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      Electrical stimulation to accelerate wound healing


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          There are several applications of electrical stimulation described in medical literature to accelerate wound healing and improve cutaneous perfusion. This is a simple technique that could be incorporated as an adjunctive therapy in plastic surgery. The objective of this review was to evaluate the results of randomized clinical trials that use electrical stimulation for wound healing.


          We identified 21 randomized clinical trials that used electrical stimulation for wound healing. We did not include five studies with treatment groups with less than eight subjects.


          Electrical stimulation was associated with faster wound area reduction or a higher proportion of wounds that healed in 14 out of 16 wound randomized clinical trials. The type of electrical stimulation, waveform, and duration of therapy vary in the literature.


          Electrical stimulation has been shown to accelerate wound healing and increase cutaneous perfusion in human studies. Electrical stimulation is an adjunctive therapy that is underutilized in plastic surgery and could improve flap and graft survival, accelerate postoperative recovery, and decrease necrosis following foot reconstruction.

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          Most cited references64

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          Electrical signals control wound healing through phosphatidylinositol-3-OH kinase-gamma and PTEN.

          Wound healing is essential for maintaining the integrity of multicellular organisms. In every species studied, disruption of an epithelial layer instantaneously generates endogenous electric fields, which have been proposed to be important in wound healing. The identity of signalling pathways that guide both cell migration to electric cues and electric-field-induced wound healing have not been elucidated at a genetic level. Here we show that electric fields, of a strength equal to those detected endogenously, direct cell migration during wound healing as a prime directional cue. Manipulation of endogenous wound electric fields affects wound healing in vivo. Electric stimulation triggers activation of Src and inositol-phospholipid signalling, which polarizes in the direction of cell migration. Notably, genetic disruption of phosphatidylinositol-3-OH kinase-gamma (PI(3)Kgamma) decreases electric-field-induced signalling and abolishes directed movements of healing epithelium in response to electric signals. Deletion of the tumour suppressor phosphatase and tensin homolog (PTEN) enhances signalling and electrotactic responses. These data identify genes essential for electrical-signal-induced wound healing and show that PI(3)Kgamma and PTEN control electrotaxis.
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            Electrical controls of development.

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              Human skin battery potentials and their possible role in wound healing.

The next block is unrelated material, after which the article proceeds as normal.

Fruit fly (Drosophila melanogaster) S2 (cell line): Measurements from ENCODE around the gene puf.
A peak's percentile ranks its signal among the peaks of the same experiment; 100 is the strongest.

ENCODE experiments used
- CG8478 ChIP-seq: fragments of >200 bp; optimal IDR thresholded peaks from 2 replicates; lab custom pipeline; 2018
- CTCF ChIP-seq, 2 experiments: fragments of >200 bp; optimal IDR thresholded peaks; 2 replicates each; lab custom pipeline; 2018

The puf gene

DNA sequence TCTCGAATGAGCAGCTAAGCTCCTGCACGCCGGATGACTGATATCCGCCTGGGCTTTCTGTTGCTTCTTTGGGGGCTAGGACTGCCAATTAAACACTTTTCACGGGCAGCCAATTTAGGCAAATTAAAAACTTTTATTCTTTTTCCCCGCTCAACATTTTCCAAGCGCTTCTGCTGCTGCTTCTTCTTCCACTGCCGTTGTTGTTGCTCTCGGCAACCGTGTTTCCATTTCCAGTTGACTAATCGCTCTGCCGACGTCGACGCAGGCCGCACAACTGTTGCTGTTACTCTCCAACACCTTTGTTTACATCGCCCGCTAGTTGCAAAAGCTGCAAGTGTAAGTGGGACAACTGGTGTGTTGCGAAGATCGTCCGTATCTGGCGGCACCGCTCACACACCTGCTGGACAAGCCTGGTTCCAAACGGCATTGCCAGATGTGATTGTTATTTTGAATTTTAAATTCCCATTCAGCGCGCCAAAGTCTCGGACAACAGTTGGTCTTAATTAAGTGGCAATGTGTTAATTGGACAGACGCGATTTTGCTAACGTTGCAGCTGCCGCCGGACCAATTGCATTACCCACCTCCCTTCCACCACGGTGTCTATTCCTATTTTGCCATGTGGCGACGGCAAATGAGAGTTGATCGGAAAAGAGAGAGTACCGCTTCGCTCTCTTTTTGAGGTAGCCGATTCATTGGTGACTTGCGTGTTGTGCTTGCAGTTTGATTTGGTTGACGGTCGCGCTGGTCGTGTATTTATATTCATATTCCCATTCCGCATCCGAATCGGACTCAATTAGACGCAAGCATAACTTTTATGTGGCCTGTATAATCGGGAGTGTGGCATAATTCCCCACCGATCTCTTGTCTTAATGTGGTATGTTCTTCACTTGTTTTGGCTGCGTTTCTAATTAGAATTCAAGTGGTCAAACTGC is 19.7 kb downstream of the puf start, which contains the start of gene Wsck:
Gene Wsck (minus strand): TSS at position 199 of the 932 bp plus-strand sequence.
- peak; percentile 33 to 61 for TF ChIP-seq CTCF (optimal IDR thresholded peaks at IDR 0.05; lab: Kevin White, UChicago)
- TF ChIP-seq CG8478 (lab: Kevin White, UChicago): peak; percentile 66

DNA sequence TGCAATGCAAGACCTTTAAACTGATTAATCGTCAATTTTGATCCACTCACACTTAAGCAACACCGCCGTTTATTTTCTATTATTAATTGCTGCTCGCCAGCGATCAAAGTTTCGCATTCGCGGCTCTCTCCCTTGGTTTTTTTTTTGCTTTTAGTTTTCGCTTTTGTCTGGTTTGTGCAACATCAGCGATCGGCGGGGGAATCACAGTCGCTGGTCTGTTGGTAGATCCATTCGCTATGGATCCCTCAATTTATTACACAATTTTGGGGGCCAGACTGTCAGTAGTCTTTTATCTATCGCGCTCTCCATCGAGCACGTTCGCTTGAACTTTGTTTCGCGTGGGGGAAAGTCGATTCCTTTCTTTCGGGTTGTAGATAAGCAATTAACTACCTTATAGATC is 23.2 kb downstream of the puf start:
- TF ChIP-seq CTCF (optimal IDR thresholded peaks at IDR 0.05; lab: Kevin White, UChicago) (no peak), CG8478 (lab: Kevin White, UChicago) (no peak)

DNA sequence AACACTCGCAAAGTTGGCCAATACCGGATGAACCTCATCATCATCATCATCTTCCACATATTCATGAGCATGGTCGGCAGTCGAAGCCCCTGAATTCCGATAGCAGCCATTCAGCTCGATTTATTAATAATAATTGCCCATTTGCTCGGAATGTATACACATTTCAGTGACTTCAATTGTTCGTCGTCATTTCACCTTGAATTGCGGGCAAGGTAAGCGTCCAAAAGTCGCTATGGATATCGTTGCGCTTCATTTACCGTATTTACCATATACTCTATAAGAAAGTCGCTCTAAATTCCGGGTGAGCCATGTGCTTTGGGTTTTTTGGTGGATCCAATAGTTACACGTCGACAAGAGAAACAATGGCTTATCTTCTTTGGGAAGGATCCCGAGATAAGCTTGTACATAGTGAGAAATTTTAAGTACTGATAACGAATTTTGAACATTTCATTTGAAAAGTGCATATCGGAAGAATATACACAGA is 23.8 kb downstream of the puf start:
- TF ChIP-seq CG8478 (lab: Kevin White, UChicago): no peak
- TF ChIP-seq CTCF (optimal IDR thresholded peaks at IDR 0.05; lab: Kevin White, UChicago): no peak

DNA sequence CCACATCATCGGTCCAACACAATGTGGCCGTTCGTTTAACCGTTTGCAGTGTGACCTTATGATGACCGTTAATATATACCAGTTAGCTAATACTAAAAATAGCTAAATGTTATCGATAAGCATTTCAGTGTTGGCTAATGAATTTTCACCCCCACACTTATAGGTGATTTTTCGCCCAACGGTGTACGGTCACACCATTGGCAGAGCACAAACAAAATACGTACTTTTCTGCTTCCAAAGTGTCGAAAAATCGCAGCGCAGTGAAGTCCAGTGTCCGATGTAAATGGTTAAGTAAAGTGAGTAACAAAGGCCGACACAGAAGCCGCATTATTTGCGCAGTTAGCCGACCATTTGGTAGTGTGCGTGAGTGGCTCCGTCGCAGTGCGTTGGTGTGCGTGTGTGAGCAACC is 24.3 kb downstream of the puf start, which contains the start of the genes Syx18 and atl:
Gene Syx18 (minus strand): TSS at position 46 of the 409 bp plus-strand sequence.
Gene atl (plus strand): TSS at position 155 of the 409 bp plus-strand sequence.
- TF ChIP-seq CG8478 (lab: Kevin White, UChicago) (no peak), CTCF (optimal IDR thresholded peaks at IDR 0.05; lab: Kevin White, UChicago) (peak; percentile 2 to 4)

Measurements of transcutaneous voltage have been made on seventeen normal volunteers. The results show the presence of 'skin battery' voltages comparable in size to those previously reported for amphibian and mammalian skin. No correlation was found between battery voltage and age or sex in the group studied, but consistent anatomical variations were observed. The possible role of these voltages in the natural wound healing process is discussed.

                Author and article information

                Diabet Foot Ankle
                Diabet Foot Ankle
                Diabetic Foot & Ankle
                Co-Action Publishing
                16 September 2013
                : 4
                : 10.3402/dfa.v4i0.22081
                [1 ]Department of Plastic Surgery, The University of Texas Southwestern Medical Center, Dallas, TX, USA
                [2 ]Department of Surgery, University of Arizona, Tucson, AZ, USA
                [3 ]Department of Medicine, Diabetic Foot and Wound Center, Hamad Medical Corporation, Doha, Qatar
                [4 ]Department of Plastic Surgery, Georgetown University, Washington, DC, USA
                Author notes
                [* ] Lawrence A. Lavery, Department of Plastic Surgery, University of Texas Southwestern Medical Center, 5323 Harry Hines Blvd, Dallas, TX 75390, USA. Tel: 214-648-3111. Email: Larry.Lavery@ 123456utsouthwestern.edu
                © 2013 Gaurav Thakral et al.

                This is an open-access article distributed under the terms of the Creative Commons Attribution License, which permits unrestricted use, distribution, and reproduction in any medium, provided the original work is properly cited.

                : 09 July 2013
                : 11 August 2013
                : 21 August 2013
                Review Article

                Endocrinology & Diabetes
                diabetic foot ulcer,electric stimulation therapy,treatment outcome,perfusion,infection


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